Bishop: How starting school after Labor Day in Md. led to my kid's broken collarbone

Did I ever tell you about the time the governor broke my daughter’s collarbone? That may be a slight exaggeration. It was more a joint effort by the governor, the comptroller and the summer camp planners at the Orokawa Y in Towson, which was, a manager eventually told me, uncharacteristically understaffed when my kid arrived in late August 2017. They weren’t typically in session then, I was told, and many counselors had left for college. (Balt. Sun)
  
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We need to get the money out of Maryland politics

Regarding the Jan. 28 Metro article “Bill would loosen Md. campaign donations”: As an almost-new Marylander, I fully agree with Del. Dereck E. Davis (D-Prince George’s) that “there needs to be an even playing field” when candidates run for office. But I disagree most strongly with a field that is evened out for politicians already in office but remains heavily tilted against everyone else. I suggest that the bill under consideration to allow money to flow from developers to county executives in Prince George’s County instead be modified to ban such contributions for all politicians in all races for county executive and county board seats in Maryland. (Wash. Post)


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Baltimore archbishop's pastoral letter on racism a 'significant step'

The recent release of Archbishop William E. Lori’s pastoral letter on racism, The Journey to Racial Justice, marks a significant step for Baltimore’s Catholic community, and, let us hope, for Baltimore City as a whole. Two aspects of the statement in particular are noteworthy. First, the statement doesn’t simply denounce racism. Importantly, it takes ownership for the Catholic Church’s participation in this sin, going all the way back to her early involvement in the institution of slavery. (Balt. Sun)

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Editorial Advisory Board: Mosby and marijuana possession

Nolle prosequi is a Latin phrase which means “to no longer prosecute” or “unwilling to pursue.” Baltimore City State’s Attorney Marilyn Mosby has recently announced the state’s attorney’s office will no longer prosecute individuals arrested for possession of marijuana in Baltimore. In making her announcement, Mosby indicated that marijuana possession arrests will not be prosecuted, no matter the amount of marijuana seized or the past criminal history of the defendant arrested. Mosby did, however, state that people arrested for possession with the intent to distribute marijuana would be prosecuted if additional evidence of this intent was present. (Daily Record)

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Green School deserves Baltimore's support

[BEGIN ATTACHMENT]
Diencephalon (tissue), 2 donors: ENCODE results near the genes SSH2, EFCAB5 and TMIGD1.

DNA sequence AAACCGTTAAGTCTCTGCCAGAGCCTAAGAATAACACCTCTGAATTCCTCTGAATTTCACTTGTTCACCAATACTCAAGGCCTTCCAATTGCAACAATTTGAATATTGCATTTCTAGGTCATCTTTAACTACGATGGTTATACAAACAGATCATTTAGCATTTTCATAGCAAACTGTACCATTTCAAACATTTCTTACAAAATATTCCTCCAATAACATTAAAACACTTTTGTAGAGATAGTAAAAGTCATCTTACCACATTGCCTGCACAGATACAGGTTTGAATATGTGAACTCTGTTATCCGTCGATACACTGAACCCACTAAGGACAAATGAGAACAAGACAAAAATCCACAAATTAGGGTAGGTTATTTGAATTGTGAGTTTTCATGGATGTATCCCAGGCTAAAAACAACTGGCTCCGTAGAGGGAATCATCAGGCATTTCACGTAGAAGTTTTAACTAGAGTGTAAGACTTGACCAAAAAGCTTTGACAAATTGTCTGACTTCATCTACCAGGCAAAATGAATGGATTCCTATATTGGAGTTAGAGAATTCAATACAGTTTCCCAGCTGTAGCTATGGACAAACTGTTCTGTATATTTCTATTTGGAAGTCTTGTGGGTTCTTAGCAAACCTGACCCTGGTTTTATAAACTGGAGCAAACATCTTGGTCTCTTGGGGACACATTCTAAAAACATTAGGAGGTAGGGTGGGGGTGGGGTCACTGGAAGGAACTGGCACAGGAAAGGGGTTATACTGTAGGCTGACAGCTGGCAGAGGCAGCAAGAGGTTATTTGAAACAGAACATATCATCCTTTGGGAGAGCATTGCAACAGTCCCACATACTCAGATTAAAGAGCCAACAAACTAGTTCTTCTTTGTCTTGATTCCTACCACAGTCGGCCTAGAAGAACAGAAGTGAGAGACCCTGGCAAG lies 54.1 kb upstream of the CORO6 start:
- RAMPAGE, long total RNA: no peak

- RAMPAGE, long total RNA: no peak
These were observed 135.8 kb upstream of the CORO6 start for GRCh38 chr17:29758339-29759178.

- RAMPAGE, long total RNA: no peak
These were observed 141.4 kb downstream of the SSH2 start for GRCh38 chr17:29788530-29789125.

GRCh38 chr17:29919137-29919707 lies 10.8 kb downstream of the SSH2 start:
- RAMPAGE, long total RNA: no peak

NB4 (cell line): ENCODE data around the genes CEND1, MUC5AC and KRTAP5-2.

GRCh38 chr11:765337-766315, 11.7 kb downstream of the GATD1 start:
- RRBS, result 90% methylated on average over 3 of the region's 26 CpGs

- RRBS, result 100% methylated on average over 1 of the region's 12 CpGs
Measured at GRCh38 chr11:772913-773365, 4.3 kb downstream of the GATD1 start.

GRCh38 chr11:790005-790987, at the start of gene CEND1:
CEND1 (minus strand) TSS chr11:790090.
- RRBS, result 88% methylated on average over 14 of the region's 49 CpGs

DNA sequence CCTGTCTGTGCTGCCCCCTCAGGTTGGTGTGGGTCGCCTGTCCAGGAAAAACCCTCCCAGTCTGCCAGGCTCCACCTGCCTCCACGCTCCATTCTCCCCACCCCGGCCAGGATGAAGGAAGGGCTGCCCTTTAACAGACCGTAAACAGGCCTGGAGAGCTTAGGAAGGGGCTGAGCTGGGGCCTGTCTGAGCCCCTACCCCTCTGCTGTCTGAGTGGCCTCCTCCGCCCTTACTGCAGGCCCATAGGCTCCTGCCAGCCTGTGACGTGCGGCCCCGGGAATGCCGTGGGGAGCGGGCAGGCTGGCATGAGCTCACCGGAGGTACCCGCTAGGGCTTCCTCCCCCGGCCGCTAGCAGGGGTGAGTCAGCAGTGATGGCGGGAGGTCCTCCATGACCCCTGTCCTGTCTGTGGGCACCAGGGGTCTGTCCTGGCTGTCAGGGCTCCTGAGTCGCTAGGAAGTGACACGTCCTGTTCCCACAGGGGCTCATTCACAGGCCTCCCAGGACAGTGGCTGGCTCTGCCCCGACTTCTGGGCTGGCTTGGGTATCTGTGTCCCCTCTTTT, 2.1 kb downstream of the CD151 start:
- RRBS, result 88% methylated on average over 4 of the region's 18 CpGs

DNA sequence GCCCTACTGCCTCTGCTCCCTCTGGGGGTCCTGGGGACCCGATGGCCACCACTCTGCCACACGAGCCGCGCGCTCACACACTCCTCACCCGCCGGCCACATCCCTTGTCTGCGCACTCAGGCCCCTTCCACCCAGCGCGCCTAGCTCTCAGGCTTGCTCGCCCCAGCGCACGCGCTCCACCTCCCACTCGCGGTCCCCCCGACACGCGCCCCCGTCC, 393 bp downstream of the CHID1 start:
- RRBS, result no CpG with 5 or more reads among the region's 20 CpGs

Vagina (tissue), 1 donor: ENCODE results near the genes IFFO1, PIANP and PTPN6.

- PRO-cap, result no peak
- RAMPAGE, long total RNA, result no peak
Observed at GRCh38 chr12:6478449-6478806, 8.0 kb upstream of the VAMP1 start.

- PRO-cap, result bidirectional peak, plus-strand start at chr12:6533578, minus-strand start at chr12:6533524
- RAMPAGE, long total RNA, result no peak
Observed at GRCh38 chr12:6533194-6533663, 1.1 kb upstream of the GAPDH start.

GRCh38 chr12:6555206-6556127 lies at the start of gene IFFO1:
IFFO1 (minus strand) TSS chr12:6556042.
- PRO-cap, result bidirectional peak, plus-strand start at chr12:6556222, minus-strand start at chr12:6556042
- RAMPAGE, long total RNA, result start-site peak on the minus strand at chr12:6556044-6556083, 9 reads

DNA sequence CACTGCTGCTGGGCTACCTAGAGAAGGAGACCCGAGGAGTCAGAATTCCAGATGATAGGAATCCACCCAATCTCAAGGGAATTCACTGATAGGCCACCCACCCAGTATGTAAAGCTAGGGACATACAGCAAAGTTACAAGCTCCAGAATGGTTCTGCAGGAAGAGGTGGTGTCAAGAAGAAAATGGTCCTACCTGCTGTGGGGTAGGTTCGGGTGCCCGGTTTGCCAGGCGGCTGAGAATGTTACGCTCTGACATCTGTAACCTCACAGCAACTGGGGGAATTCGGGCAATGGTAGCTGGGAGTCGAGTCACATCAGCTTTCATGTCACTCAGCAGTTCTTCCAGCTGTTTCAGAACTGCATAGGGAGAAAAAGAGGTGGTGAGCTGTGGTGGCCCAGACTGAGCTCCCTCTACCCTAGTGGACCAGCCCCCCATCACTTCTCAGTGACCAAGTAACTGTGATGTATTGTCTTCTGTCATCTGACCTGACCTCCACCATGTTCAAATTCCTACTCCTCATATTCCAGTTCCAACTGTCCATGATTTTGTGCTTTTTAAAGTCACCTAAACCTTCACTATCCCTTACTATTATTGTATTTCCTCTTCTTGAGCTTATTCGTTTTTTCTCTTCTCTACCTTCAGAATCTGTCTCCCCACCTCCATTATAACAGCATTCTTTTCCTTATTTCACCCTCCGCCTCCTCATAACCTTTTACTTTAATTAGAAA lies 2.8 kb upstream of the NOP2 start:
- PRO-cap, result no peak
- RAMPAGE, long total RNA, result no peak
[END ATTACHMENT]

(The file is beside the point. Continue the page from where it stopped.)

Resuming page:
We are writing in support of the Green School of Baltimore (“Baltimore charter school working to narrow ‘startling’ achievement gap,” Jan. 30). Four years ago, we heard about GSB from family friends as we were looking at schools for our eldest child. We heard that it was a diverse, inclusive and rigorous school that was small enough to give individualized attention to its students. What we found was that it is also a school with a dedicated staff, an engaged family community and an understanding that learning is so much more than test taking. (Balt. Sun)

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Protect Maryland: Ban chlorpyrifos

Maryland has taken several important steps over the past couple of years to protect our state and its residents from the harmful decisions of the Trump administration. Another crucial step we must take: ban chlorpyrifos, a toxic nerve agent pesticide proven to cause brain damage in children and known to harm the environment and wildlife. In 2017, the Trump administration’s Environmental Protection Agency (EPA) took the unprecedented action of overturning its own proposed ban on chlorpyrifos. (Balt. Sun)

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On taxes, schools, crime, Hogan hits the mark

Gov. Larry Hogan’s State of the State address targeted tax cuts for retirees which, as a military retiree, I fully agree with as well as the sentences for gun offenders and school system oversight (“Hogan calls for targeted tax cuts,” Jan. 31). All three make sense for the state. The retiree tax cut would keep retirees in Maryland as opposed to them moving to states with no state taxes. While there will be the whiners who say no to any tax cut as it takes money out of their programs (which is a valid point for them). (Balt. Sun)

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Baltimore's Hackerman mansion: a 'strong reminder of our common humanity'

In spite of the poverty and violence that plague many of its neighborhoods, Baltimore City remains a cultural hub for the state of Maryland. Step outside city limits and you will not find an equivalent combination of museums, theaters, orchestra access, street art and gastronomic scene. While some of our anchor cultural institutions have mirrored the social inequality of the city — displaying art collected by wealthy people to mostly affluent white patrons — the leadership at the Walters Art Museum in Mount Vernon has taken laudable efforts to engage with the broader communities that surround them. (Balt. Sun)

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